NASA's Mars Exploration Rover Opportunity combined images into this full-circle view of the rover's surroundings. Tracks from the rover's drive recede northward across dark-toned sand ripples in the Meridiani Planum region of Mars. You need 3D glasses.

Left-eye view of a color stereo pair for PIA11812
Left-eye view of a color stereo pair for PIA11812
Right-eye view of a stereo pair for PIA11812
Right-eye view of a color stereo pair for PIA11812

NASA's Mars Exploration Rover Opportunity used its navigation camera to take the images combined into this stereo, full-circle view of the rover's surroundings during the 1,803rd and 1,804th Martian days, or sols, of Opportunity's surface mission (Feb. 18 and 19, 2009). South is at the center; north at both ends.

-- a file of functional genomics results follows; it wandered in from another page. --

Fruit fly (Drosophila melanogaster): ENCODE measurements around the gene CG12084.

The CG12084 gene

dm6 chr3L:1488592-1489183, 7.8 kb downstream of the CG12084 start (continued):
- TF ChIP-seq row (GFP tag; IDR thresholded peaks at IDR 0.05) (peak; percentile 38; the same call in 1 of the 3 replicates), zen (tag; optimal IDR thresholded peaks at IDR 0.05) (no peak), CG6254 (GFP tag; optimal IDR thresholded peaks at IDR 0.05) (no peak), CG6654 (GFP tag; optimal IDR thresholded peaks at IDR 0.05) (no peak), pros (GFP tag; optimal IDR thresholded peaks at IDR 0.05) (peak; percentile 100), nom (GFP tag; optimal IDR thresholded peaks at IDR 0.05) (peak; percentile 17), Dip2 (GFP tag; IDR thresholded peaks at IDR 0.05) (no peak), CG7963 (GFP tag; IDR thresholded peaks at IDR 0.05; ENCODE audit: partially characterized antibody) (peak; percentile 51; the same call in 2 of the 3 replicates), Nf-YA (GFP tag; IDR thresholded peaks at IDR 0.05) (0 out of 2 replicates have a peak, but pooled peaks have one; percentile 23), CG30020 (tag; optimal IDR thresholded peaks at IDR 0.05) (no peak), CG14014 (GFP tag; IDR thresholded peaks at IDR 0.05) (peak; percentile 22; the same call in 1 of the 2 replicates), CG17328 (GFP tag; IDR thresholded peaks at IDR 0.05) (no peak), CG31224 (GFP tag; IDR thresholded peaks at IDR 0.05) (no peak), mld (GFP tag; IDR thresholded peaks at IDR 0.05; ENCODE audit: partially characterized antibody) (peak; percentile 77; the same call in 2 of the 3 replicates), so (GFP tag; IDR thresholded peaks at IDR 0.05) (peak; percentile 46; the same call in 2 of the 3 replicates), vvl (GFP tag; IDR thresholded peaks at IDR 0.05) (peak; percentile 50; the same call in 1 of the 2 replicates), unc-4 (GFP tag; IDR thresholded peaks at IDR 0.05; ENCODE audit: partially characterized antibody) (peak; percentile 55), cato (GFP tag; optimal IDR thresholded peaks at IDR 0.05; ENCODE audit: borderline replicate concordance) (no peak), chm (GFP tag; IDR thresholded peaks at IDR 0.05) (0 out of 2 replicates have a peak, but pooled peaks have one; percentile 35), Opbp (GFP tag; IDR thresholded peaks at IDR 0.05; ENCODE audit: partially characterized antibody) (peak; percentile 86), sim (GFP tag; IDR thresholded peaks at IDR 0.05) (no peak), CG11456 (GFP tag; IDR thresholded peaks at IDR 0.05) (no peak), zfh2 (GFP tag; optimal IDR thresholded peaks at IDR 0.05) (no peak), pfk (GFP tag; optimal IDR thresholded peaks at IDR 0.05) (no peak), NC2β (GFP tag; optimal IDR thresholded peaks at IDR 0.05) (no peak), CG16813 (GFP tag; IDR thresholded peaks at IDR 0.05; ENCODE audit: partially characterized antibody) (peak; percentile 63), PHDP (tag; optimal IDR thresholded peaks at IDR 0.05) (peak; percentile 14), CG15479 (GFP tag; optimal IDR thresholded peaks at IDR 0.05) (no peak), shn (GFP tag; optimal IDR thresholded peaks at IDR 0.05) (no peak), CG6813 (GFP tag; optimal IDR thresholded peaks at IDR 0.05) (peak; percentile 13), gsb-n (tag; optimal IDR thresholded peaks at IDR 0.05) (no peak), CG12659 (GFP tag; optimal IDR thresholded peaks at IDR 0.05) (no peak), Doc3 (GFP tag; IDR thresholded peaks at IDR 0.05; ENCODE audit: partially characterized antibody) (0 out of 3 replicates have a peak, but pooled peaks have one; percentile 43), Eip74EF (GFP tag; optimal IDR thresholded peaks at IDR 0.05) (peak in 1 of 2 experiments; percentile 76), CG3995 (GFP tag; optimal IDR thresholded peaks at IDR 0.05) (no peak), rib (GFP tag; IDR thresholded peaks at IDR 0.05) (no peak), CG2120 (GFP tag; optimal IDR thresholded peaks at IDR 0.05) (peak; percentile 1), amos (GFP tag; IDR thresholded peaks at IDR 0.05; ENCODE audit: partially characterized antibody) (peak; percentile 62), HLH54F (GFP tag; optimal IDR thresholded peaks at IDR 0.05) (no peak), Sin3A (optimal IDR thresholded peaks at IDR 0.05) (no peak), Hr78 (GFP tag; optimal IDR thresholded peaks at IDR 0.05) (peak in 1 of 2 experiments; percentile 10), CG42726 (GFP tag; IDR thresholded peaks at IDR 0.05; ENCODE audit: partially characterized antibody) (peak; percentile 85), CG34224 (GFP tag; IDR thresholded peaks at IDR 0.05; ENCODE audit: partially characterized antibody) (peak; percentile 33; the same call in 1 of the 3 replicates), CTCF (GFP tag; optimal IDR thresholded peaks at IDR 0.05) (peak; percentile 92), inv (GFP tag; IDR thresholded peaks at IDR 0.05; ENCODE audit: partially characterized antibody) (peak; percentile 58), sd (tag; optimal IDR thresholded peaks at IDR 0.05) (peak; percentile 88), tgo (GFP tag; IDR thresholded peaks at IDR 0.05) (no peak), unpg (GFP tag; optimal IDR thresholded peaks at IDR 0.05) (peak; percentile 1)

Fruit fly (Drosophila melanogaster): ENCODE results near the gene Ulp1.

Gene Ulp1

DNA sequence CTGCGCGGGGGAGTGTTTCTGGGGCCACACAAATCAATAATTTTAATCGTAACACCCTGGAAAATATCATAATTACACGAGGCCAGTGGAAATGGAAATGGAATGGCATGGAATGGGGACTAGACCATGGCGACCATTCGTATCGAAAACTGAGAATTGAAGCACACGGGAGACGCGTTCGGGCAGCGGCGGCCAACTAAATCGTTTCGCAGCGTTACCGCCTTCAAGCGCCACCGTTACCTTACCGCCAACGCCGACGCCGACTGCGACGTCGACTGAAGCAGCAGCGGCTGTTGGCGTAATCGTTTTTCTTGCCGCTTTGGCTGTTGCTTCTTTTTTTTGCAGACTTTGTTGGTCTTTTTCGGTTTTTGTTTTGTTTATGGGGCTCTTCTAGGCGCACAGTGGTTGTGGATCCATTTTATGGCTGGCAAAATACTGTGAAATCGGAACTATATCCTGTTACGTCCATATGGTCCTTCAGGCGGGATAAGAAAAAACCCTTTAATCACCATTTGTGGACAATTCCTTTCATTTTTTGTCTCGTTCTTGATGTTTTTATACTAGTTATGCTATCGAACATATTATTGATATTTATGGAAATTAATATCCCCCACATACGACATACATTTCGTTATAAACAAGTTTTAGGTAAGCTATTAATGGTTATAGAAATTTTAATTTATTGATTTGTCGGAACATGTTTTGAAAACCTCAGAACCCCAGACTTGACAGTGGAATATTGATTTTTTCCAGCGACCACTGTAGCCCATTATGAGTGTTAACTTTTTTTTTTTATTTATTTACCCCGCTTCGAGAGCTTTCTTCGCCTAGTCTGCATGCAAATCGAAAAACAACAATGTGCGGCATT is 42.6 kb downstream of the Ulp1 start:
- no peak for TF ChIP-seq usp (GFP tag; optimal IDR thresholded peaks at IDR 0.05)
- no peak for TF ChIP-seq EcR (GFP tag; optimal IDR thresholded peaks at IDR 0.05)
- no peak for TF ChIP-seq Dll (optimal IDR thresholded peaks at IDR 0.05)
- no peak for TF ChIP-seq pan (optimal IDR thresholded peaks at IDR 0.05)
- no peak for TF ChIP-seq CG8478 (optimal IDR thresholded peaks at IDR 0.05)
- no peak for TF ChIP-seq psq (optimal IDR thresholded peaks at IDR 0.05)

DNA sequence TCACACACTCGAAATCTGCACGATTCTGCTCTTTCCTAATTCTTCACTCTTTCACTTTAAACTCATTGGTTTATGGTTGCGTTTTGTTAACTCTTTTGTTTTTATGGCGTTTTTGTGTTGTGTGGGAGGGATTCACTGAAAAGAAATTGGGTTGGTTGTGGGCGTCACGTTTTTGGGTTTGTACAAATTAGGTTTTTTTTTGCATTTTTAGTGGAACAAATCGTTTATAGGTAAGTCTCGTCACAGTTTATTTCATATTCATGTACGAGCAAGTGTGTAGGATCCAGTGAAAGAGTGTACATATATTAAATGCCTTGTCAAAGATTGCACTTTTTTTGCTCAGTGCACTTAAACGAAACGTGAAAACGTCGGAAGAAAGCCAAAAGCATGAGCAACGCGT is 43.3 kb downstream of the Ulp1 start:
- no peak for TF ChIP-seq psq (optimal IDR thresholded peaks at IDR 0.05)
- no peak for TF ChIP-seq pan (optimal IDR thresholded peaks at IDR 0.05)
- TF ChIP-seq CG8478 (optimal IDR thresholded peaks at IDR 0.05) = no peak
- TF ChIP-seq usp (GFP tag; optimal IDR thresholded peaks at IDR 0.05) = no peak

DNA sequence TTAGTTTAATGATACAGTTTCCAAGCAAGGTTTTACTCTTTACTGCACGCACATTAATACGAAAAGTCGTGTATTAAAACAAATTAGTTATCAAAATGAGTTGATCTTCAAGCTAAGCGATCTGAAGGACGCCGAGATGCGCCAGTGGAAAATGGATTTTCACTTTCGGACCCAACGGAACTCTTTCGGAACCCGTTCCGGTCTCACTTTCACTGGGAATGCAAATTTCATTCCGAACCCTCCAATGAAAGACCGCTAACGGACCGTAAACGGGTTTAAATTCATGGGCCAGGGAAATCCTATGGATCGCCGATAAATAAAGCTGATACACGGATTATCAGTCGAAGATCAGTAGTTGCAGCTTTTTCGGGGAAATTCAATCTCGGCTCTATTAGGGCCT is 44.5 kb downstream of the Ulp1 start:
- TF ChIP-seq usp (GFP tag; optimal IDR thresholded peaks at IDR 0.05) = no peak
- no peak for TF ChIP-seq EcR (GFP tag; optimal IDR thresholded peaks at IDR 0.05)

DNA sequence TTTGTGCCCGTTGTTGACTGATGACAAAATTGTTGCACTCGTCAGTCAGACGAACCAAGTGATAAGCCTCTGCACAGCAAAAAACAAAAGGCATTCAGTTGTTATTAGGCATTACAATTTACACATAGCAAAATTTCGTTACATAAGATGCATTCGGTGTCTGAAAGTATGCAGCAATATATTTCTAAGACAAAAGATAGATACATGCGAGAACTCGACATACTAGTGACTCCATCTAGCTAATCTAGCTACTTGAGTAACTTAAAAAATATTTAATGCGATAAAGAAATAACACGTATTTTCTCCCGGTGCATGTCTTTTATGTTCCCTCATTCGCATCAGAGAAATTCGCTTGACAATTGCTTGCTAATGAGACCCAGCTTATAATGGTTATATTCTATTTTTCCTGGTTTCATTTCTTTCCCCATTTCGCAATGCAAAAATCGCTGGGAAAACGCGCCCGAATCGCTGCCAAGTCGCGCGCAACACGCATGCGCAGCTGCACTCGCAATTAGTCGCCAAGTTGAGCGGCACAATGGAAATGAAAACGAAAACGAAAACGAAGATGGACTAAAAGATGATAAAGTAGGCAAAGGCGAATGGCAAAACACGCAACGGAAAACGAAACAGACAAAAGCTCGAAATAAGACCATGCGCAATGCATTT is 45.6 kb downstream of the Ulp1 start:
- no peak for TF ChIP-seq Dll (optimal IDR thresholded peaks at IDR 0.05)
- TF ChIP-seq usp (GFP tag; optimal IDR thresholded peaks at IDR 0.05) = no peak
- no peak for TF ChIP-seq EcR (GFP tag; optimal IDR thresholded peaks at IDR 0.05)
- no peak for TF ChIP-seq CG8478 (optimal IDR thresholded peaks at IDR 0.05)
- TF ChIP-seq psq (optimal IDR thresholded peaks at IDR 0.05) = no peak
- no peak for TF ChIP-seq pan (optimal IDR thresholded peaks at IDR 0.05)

This view combines images from the left-eye and right-eye sides of the navigation camera. It appears three-dimensional when viewed through red-blue glasses with the red lens on the left.

The rover had driven 55 meters on Sol 1803 before beginning to take the frames in this view. Tracks from that drive recede northward. For scale, the distance between the parallel wheel tracks is about 1 meter (about 40 inches).

The terrain in this portion of Mars' Meridiani Planum region includes dark-toned sand ripples and lighter-toned bedrock.

This view is presented as a cylindrical-perspective projection with geometric seam correction.

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